Enhanced Raman scattering spectra can be now easily collected from the samples adsorbed on SERS active substrates. However, few experiments have been made on the surface studied for a fibre or a film by the SERS technique. Recently, we have developed an effective SERS technique for characterizing the surface structure of film or fibre, without disturbing the morphology of the samples. The preparation of SERS-active over-casting layers involves the use of a silver colloidal deposition method via the reduction reaction of AgNO3 in deionized water at room temperature. The silver colloids are directly deposited onto the surface of a film or fibre to form an SERS-active over-coating layer. The incident laser radiation penetrates through the silver over-coating layer and reaches the surface of the samples and the scattered radiation that contains the information on the film surface was collected and then analyzed. On the other hand, when the colloidal silver is chemically deposited onto glass, a SERS-active substrate can be prepared for the study of adsorbed materials. To our surprise, such substrates show extraordinary stability under a wide range of environmental conditions. Good thermal stability of the surface enhancement factor is very important in order to apply SERS to catalytic studies, since many chemical reactions are undertaken at elevated temperatures.

The Study of Polymer/Metal Interfaces

Preparation of SERS-Active Metal Substrates

Commercial copper foils of 0.025 mm thickness were immersed into 2 M nitric acid solution at 30ºC. After about 10 s, a number of bubbles were formed near the surface of copper. Vigorous agitation was then applied. After 2 min, a sponge-type surface with substantial roughness was created. In the case of etching silver foils, 5-6 M HNO3 was used and the etching time was prolonged to 5-10 min until the surface became milky. The roughness of the etched metal surface was in the range 10-100 nm as measured by electron microscopy [18]. After etching, the metal foils were thoroughly rinsed with water and dried in air. The etched metal foils were then ready for polymer sampling.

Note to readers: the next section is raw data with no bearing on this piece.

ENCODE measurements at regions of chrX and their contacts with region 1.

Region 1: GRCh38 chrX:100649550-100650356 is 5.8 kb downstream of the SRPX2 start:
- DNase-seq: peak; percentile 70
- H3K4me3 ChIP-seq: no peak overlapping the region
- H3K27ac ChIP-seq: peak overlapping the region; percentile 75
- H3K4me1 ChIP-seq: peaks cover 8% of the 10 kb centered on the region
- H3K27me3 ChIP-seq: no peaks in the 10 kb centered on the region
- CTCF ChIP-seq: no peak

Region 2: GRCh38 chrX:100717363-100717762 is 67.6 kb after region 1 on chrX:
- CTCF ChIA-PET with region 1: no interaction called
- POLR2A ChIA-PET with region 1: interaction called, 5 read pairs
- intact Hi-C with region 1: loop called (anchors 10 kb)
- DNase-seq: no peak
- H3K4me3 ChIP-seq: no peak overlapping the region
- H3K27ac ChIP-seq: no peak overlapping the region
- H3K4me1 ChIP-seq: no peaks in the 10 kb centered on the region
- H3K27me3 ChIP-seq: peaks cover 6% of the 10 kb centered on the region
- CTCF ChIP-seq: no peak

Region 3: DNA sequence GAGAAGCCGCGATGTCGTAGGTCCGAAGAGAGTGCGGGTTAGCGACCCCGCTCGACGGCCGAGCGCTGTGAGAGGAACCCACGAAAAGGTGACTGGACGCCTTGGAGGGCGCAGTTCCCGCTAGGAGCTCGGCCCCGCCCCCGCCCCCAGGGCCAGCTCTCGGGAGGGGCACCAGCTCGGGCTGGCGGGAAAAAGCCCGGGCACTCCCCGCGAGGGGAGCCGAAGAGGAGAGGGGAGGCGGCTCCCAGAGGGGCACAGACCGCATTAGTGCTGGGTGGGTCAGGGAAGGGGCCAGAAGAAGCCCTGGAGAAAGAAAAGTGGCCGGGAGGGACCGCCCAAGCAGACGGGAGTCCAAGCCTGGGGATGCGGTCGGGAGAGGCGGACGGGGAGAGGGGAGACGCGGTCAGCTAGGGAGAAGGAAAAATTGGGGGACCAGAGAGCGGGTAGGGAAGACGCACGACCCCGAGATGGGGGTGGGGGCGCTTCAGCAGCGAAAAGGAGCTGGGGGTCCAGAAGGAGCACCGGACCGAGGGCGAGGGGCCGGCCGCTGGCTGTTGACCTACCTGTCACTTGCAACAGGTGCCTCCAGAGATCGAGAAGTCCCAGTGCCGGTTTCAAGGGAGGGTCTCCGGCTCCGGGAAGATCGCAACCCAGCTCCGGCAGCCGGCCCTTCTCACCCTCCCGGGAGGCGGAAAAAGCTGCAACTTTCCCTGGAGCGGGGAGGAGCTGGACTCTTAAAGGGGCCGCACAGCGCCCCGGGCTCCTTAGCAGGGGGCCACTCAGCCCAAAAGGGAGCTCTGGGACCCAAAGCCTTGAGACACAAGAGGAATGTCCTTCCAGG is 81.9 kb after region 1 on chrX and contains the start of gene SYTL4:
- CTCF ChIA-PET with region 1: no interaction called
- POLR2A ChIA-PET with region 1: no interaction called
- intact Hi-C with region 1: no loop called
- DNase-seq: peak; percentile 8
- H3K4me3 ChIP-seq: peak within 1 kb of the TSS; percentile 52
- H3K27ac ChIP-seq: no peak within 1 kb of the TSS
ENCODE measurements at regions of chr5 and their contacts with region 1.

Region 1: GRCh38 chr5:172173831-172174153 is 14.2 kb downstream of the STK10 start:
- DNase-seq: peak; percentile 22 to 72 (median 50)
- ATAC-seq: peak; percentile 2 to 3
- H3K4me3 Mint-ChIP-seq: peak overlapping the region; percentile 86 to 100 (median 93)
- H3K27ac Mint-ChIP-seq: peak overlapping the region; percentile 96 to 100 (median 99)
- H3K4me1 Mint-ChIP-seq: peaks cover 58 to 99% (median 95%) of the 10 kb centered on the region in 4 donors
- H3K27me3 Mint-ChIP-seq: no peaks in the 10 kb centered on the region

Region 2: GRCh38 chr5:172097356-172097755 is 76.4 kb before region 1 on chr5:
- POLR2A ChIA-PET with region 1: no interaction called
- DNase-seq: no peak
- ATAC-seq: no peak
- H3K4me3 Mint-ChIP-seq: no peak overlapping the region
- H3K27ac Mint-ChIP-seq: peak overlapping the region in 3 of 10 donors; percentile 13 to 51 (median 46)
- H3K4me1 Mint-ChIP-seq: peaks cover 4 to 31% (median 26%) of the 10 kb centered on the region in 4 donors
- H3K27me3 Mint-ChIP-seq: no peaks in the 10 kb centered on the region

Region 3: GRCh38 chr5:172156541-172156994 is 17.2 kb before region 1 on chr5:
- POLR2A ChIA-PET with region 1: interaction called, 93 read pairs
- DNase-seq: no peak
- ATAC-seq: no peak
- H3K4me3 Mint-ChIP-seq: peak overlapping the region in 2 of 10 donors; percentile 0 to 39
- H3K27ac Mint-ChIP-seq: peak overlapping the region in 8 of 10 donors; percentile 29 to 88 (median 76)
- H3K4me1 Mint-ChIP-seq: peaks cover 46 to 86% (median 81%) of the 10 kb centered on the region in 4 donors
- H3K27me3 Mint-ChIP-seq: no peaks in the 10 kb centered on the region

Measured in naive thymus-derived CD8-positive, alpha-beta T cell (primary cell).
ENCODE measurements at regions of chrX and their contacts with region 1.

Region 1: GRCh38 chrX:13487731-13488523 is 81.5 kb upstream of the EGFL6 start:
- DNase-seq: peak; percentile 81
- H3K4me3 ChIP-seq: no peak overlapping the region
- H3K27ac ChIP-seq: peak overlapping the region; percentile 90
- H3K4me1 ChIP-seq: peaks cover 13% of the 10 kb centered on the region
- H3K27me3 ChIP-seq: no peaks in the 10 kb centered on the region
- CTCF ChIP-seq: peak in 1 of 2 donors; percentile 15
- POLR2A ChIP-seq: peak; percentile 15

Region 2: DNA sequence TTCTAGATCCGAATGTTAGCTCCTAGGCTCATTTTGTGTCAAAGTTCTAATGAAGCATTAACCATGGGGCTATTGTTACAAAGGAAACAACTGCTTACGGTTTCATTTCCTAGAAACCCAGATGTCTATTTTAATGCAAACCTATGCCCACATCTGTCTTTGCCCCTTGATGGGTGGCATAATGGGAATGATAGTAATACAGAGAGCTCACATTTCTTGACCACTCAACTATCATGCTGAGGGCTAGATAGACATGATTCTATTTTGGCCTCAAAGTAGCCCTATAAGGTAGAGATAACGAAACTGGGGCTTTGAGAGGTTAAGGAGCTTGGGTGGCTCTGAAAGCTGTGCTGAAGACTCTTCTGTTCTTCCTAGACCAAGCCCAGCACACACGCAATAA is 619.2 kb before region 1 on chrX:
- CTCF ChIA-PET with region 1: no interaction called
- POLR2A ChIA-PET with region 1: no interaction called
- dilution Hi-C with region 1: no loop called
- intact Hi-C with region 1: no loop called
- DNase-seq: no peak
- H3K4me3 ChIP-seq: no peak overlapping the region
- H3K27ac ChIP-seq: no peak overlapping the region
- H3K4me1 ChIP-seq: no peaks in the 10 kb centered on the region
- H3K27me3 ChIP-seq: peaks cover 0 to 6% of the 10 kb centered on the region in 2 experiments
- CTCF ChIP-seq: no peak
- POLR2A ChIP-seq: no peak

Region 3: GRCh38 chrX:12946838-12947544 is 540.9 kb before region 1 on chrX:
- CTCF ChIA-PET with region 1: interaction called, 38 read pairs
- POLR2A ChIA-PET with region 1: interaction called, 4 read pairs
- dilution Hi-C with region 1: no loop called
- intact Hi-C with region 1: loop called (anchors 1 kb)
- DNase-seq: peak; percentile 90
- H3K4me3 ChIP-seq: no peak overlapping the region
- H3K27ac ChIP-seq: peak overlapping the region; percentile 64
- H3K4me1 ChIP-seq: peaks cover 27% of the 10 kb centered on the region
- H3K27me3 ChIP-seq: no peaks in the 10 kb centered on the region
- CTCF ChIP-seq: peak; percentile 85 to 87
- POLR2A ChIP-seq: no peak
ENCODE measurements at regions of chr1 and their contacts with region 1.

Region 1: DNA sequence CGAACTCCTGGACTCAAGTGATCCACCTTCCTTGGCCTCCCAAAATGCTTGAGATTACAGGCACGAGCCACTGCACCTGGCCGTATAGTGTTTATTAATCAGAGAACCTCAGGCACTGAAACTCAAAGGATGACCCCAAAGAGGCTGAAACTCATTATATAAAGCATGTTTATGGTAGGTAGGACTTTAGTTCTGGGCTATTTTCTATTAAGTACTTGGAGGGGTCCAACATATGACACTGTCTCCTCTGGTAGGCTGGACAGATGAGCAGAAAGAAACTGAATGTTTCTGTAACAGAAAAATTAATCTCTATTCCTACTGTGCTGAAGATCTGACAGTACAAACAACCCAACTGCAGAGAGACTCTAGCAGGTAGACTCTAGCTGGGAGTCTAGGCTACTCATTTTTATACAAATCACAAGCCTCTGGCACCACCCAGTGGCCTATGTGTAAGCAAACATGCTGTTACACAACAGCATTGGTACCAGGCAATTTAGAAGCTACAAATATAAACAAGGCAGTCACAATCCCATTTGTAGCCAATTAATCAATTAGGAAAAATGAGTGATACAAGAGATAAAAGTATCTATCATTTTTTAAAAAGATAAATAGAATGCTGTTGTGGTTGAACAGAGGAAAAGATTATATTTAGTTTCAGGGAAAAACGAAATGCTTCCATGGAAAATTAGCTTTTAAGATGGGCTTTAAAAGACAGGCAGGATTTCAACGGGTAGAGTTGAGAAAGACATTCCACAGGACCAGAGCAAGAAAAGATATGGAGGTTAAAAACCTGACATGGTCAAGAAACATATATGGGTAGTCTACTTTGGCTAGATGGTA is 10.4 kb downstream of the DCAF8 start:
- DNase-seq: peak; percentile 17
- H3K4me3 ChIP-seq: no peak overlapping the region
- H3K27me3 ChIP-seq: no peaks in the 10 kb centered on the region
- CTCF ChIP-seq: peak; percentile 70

Raman spectra were recorded with a SPEX-1403 Raman spectrometer. The incident laser excitation was 647.1 nm from a Kr+ laser source with an output of 40-100 mW. A back-scattering geometry in air was used for all samples. The foils were mounted onto a heating cell for the in situ Raman measurement at elevated temperatures.

Thermal Stability of SERS-Active Substrates Covered with Polymer Film

Figures 1 and 2 compare the thermal stability of the surface enhancement factors of the nitric acid etched silver and copper foils and the vacuum deposited silver island film. The Raman band intensities are reported in counts S-1mW-1 to account for the different laser power and integration times. In order to ensure that there is no laser-induced change in the SERS spectra, the foil was spun during the spectrum measurement. Spinning also averages the detecting adsorbate thickness. By comparison of the Raman line intensities and the signal-to-noise ratio of spectra at Figures 1 and 2, it is clear that the HNO3-etched silver or copper foils will produce good SERS spectra for polybenzimidazole at elevated temperatures, while the vacuum-deposited silver island films lose most of their enhancement. The order of Raman enhancement factor at elevated temperature can be arranged as HNO3-etched Ag > HNO3-etched Cu > Ag/CaF2. The good enhancement factor and high stability of the HNO3-etched metal foils indicate that SERS has real potential for use as an in situ analytical tool for the study of interfacial structure at elevated temperature.

Figure 1. In-Situ SERS spectra of polybenzimidazole at 100°C. 
(A) on HNO3-etched silver foil;
(B) on vacuum-deposited Ag/CaF2,
(C) on HNO3-etched copper foil.

Figure 2. In-situ SERS spectra of polybenzimidazole at 200°C. 
(A) on HNO3-etched silver foil;
(B) on vacuum-deposited Ag/CaF2; 
(C) on HNO3-etched copper foil.

Observation of Adsorption and Surface-catalyzed Reaction of Polyacrylonitrile on Silver.